What the papers say: Tuesday’s front pages

Increases to health insurance prices, travel disruption in Irish airports and an assault on a Garda are among today’s main headlines.

The Irish Times reports that there is set to be a new round of health insurance price increases for customers in the imminent future.

The Irish Examiner leads with the Government set to address the spike in road deaths this year.

The Echo‘s front page is on the Airport disruption for Irish passengers after the technical fault at the air traffic control system in England.

The Irish Daily Mail leads with an investigation into three deaths in Ireland caused by a ‘suicide kit’ that was bought into the country.

The Irish Daily Mirror leads with an assault on a Garda that happened in Dublin on Sunday, which left him concussed and a damaged eye socket.

The Irish Daily Star leads with Daniel Kinahan’s €10 million villa that was seized in Dubai.

The papers on Tuesday are consumed by airports descending into chaos as a major air traffic control fault leaves thousands stranded after the bank holiday weekend.

The Independent and The Times have focused on the travellers whose plans have been turned upside down.

The Daily Express, The Daily Telegraph, the i, and the Daily Mail are all looking ahead, running stories that promise the chaos will have a knock-on effect for days.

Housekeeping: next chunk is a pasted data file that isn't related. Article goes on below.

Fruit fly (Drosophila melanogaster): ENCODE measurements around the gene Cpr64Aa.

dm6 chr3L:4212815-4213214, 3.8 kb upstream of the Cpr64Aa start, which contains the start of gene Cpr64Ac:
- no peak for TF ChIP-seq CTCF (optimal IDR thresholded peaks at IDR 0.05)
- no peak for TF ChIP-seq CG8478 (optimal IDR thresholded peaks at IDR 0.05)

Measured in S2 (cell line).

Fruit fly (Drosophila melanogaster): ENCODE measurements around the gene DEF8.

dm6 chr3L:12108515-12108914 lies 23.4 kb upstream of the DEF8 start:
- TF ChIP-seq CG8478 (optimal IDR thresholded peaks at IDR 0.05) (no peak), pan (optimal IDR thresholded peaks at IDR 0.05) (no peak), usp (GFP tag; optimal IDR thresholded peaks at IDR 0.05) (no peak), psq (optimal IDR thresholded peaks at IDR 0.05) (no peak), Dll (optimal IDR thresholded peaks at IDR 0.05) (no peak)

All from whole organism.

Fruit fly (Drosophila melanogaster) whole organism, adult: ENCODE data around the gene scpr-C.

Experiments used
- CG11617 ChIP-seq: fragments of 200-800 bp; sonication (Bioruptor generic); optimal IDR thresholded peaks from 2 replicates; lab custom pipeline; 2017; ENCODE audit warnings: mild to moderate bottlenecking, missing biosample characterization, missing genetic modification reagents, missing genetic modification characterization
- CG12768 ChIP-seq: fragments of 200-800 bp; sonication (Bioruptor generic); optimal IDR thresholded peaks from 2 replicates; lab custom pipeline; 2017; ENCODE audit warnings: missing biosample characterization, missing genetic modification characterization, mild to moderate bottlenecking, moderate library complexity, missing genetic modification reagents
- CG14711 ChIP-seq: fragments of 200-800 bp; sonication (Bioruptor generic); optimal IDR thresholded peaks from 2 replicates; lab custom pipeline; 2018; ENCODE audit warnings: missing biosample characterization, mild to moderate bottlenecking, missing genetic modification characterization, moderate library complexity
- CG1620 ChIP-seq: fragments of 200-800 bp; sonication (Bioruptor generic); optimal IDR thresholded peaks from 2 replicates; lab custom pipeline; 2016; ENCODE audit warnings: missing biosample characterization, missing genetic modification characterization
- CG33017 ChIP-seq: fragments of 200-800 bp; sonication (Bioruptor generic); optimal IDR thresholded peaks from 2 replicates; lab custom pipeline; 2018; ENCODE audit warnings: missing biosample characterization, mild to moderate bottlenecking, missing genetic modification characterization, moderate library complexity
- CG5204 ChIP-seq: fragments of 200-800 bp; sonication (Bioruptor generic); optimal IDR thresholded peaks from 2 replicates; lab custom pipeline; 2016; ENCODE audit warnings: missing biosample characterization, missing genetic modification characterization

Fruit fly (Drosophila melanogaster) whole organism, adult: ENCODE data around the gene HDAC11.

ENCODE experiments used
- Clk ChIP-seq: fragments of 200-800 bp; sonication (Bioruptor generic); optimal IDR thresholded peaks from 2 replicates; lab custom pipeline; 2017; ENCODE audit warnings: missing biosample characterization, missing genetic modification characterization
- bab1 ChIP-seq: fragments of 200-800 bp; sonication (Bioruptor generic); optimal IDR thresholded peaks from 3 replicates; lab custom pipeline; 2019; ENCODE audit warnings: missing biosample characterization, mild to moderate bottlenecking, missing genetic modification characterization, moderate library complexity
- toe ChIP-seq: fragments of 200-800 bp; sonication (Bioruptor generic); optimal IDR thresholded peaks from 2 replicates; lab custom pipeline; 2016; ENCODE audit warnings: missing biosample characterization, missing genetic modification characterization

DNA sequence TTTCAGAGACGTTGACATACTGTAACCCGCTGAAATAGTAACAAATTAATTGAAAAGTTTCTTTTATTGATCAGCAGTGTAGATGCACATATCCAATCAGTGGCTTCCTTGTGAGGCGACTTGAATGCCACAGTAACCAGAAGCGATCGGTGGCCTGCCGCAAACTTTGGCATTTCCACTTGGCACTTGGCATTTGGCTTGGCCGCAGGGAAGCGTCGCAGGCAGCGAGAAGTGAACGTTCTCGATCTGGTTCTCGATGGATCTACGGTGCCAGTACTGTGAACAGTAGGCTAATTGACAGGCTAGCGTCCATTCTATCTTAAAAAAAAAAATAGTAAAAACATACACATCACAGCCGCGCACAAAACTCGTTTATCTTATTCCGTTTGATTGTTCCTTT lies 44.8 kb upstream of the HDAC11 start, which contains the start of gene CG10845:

The Guardian has focused on a crisis closer to home, running an exclusive on Housing Secretary Michael Gove’s plan to axe water pollution rules that thwart construction.

The Daily Mirror is running with a different kind of travel chaos, with railway bosses admitting the closure of manned ticket offices would see Britain’s most vulnerable – the elderly and the disabled – at risk as the UK moves to a card-only ticketing system.

The Daily Star has focused on the Spanish town of Motril, where Luis Rubiales’ mother has locked herself inside a church and is undertaking a hunger strike over the “witch-hunt” plaguing her football chief son.

And the Financial Times focuses on the woes of embattled Chinese property developer Evergrande, which saw shares drop nearly 80% in value on their first day of trading in Hong Kong for a year and a half.

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